ROE – previously Return On Equity – has had no clear definition. For purposes of this post we will say ROE is Return On Engagement. Engagement is easily seen, almost tangible, certainly obvious to anyone paying attention. A good example of engagement is @RichardAtDell. What Richard does is answer queries, point people to helpful resources, guide them through self-help options and in general discusses what Dell’s customers want to discuss. But is it measurable? Today, no.
InvestorWords defines it like this: Return on Investment. A measure of a corporation’s profitability, equal to a fiscal year’s income divided by common stock and preferred stock equity plus long-term debt. ROI measures how effectively the firm uses its capital to generate profit; the higher the ROI, the better.
Clear returns and what’s trackable
Today, the corporate world is trying to justify social media campaigns the only way they know how, by using traditional models based on ROI. They are trying to put their new social media teams under the blanket of ROI and finding it lacking. There is no clear metric to measure the ROI in the engagement of a social media team. Buzz, while certainly trackable, isn’t bringing clear returns on investment. Not short term, and that’s all we have right now.
How do we find a clear indication of value, making ROE a profit bearing venture?
There are innumerable tools we’d like to think are good indicators. The problem is, you can take 3 different services all asserting themselves as the tool to calculate how well your social media campaign is doing, and you will get 3 very different responses.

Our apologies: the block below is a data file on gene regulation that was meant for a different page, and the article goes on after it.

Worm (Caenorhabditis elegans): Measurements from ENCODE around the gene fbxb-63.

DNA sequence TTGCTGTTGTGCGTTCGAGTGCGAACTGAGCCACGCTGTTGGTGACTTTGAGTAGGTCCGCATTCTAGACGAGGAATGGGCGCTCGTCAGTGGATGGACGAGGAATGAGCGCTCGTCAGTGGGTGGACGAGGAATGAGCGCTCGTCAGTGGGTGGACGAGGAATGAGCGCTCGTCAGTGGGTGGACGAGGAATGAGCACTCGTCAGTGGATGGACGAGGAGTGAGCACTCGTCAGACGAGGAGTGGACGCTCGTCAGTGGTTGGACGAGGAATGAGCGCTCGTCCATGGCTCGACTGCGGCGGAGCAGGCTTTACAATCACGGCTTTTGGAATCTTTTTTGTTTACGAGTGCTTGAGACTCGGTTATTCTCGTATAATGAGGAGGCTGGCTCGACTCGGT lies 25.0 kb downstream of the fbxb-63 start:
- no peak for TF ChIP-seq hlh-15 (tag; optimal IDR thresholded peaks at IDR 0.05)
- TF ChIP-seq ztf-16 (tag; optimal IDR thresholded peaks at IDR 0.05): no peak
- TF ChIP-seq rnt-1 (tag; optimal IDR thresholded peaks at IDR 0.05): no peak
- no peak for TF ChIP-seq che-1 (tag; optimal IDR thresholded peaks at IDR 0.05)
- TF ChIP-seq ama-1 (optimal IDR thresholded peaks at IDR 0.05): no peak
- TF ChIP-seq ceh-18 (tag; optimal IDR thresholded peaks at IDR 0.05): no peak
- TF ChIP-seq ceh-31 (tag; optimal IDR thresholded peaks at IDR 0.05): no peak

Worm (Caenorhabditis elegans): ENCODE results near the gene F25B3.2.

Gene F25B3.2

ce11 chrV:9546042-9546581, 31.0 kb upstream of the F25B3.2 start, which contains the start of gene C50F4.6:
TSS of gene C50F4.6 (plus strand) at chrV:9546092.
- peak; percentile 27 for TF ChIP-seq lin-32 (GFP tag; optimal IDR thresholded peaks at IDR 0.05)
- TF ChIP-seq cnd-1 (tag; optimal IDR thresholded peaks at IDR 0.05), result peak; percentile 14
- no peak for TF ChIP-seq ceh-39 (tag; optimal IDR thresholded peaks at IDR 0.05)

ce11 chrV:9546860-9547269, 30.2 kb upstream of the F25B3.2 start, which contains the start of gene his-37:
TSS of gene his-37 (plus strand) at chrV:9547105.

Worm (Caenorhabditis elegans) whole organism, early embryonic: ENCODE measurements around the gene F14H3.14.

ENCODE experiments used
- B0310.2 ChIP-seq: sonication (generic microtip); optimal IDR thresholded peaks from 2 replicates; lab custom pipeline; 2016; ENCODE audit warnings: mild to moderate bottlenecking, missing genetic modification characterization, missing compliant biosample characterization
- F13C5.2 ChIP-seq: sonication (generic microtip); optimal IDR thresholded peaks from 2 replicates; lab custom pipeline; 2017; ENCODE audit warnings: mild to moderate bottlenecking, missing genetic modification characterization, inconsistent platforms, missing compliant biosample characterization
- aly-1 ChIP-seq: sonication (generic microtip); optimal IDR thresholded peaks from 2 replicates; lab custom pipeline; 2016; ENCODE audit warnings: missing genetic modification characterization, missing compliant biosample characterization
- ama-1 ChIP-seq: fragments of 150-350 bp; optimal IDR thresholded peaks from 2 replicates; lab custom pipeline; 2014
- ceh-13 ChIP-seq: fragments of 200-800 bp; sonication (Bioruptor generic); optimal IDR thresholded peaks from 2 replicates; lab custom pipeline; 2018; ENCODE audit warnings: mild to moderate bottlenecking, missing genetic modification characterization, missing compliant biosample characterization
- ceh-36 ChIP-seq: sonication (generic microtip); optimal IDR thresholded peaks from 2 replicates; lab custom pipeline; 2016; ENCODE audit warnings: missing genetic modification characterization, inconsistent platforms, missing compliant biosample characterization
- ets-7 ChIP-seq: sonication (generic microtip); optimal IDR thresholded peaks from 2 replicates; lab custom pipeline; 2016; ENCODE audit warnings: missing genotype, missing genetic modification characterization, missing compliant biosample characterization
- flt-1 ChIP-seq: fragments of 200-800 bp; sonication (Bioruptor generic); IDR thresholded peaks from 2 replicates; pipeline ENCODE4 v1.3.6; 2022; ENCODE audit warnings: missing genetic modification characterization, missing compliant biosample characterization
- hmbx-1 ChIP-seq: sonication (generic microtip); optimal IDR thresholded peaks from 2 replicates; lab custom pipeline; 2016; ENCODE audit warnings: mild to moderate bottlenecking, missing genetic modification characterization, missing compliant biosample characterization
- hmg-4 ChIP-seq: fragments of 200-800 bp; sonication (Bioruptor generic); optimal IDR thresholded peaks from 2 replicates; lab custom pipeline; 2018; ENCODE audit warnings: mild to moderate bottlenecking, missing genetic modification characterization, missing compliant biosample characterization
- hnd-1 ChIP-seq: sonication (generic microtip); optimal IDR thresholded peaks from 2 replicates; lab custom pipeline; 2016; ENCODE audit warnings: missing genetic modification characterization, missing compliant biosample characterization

Growth, traffic patterns, and no defined analysis
Hits on a blog might be indicative of ROI, but quantifying that is difficult. No two blogs offer the exact same things to the exact same audience. Certainly you can watch growth patterns, traffic patterns, and infer where there is growth, value is building. But that, too, is only one piece of a very large puzzle that we have no defined analysis to work with. There is still argument as to how possible it is to get an accurate picture without longterm studies, something we simply don’t have.
Going back to ROE, as I stated before, the corporate climate is still intent on finding a clear link between adding a social media team and ROI. While the engagement part is easy to see, the ROI of it is not.
Both small business, and women in small business are taking the old business model and molding a new one. They use personal communication. They’re ripe to show big corporations not only where the value lies, but that the real value, though not tangible by old measures, will win, and win big.
The old monetary vision of ROI is being replaced.
We are in the process of changing the dialogue, changing the value structure altogether.
Currency isn’t strictly about money anymore. Your currency today is the trust placed in you. If people trust you, they follow you. The more you are followed, the more likely you are to be heard, and so it goes.
Ultimately it doesn’t matter why it exists, ROE is where we need to direct our energy as we look to the future for our business plans. Keep an open mind, with social media there is no money back guarantee.
- Terri Holley asks “Do I really value people?” when using social media in business;
- Elaine Gantz Wright looks at taking ROI focus away from justification of hard costs and considers social media’s opportunity costs instead.
Guest contributor Sheryl Breuker is a longtime technology writer for publications like Realtime Publishers, as well as her shared blog at Stardust Global Ventures which also hosts her popular Incidental Interview series where Sheryl, aka The Gabby Geek, interviews authors, media, and tech leaders of today. Owner of Sheryl Breuker Media, she advises individuals, businesses and non-profit organizations around the world on digital media integration to reshape business culture, redesign work processes, and better engage with customers, partners and employees. Sheryl lives in Washington state, together with her partner, son and 2 cats.
Image Old Vault Door by Daniel Leininger, Creative Commons.